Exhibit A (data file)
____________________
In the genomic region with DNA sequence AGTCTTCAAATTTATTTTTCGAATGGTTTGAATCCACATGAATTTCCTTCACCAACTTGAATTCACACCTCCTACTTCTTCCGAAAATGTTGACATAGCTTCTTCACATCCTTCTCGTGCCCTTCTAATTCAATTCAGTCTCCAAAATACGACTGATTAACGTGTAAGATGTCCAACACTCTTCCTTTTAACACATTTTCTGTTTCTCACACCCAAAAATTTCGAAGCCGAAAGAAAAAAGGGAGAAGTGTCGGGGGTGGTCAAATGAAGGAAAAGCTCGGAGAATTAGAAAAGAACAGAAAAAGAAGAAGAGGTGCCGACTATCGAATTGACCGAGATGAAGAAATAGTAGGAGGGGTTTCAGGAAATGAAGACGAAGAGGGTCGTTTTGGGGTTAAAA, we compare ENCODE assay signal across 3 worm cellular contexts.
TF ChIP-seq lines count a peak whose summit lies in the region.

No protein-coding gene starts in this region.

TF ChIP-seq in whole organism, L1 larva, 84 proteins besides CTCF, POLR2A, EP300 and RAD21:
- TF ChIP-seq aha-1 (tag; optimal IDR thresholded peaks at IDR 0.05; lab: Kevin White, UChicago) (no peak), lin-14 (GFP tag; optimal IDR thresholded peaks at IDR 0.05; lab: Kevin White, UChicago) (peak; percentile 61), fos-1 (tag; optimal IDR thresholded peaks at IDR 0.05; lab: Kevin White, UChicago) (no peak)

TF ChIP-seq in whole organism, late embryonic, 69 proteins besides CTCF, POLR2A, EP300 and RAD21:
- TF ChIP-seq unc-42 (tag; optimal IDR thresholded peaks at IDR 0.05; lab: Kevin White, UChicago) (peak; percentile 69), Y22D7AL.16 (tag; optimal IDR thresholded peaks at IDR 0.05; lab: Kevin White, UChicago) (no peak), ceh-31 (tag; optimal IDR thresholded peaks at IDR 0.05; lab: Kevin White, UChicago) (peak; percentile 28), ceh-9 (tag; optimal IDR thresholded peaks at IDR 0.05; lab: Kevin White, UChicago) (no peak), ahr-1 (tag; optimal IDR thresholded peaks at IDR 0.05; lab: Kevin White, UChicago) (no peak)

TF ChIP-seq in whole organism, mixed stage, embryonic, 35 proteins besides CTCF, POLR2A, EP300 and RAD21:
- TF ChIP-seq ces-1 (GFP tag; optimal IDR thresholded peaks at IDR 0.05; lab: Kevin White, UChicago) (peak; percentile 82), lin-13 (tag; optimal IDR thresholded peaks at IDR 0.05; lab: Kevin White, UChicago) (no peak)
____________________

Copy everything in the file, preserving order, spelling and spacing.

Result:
In the genomic region with DNA sequence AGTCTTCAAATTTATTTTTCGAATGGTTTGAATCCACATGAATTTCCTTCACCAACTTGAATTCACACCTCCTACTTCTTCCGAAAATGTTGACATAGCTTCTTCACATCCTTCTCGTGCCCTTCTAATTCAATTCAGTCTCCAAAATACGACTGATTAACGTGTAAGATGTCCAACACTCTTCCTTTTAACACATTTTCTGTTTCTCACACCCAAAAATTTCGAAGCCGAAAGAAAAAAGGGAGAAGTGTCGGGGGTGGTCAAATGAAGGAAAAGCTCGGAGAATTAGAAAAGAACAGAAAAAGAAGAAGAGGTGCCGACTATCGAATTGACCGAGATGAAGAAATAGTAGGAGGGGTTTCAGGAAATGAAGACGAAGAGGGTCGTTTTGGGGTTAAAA, we compare ENCODE assay signal across 3 worm cellular contexts.
TF ChIP-seq lines count a peak whose summit lies in the region.

No protein-coding gene starts in this region.

TF ChIP-seq in whole organism, L1 larva, 84 proteins besides CTCF, POLR2A, EP300 and RAD21:
- TF ChIP-seq aha-1 (tag; optimal IDR thresholded peaks at IDR 0.05; lab: Kevin White, UChicago) (no peak), lin-14 (GFP tag; optimal IDR thresholded peaks at IDR 0.05; lab: Kevin White, UChicago) (peak; percentile 61), fos-1 (tag; optimal IDR thresholded peaks at IDR 0.05; lab: Kevin White, UChicago) (no peak)

TF ChIP-seq in whole organism, late embryonic, 69 proteins besides CTCF, POLR2A, EP300 and RAD21:
- TF ChIP-seq unc-42 (tag; optimal IDR thresholded peaks at IDR 0.05; lab: Kevin White, UChicago) (peak; percentile 69), Y22D7AL.16 (tag; optimal IDR thresholded peaks at IDR 0.05; lab: Kevin White, UChicago) (no peak), ceh-31 (tag; optimal IDR thresholded peaks at IDR 0.05; lab: Kevin White, UChicago) (peak; percentile 28), ceh-9 (tag; optimal IDR thresholded peaks at IDR 0.05; lab: Kevin White, UChicago) (no peak), ahr-1 (tag; optimal IDR thresholded peaks at IDR 0.05; lab: Kevin White, UChicago) (no peak)

TF ChIP-seq in whole organism, mixed stage, embryonic, 35 proteins besides CTCF, POLR2A, EP300 and RAD21:
- TF ChIP-seq ces-1 (GFP tag; optimal IDR thresholded peaks at IDR 0.05; lab: Kevin White, UChicago) (peak; percentile 82), lin-13 (tag; optimal IDR thresholded peaks at IDR 0.05; lab: Kevin White, UChicago) (no peak)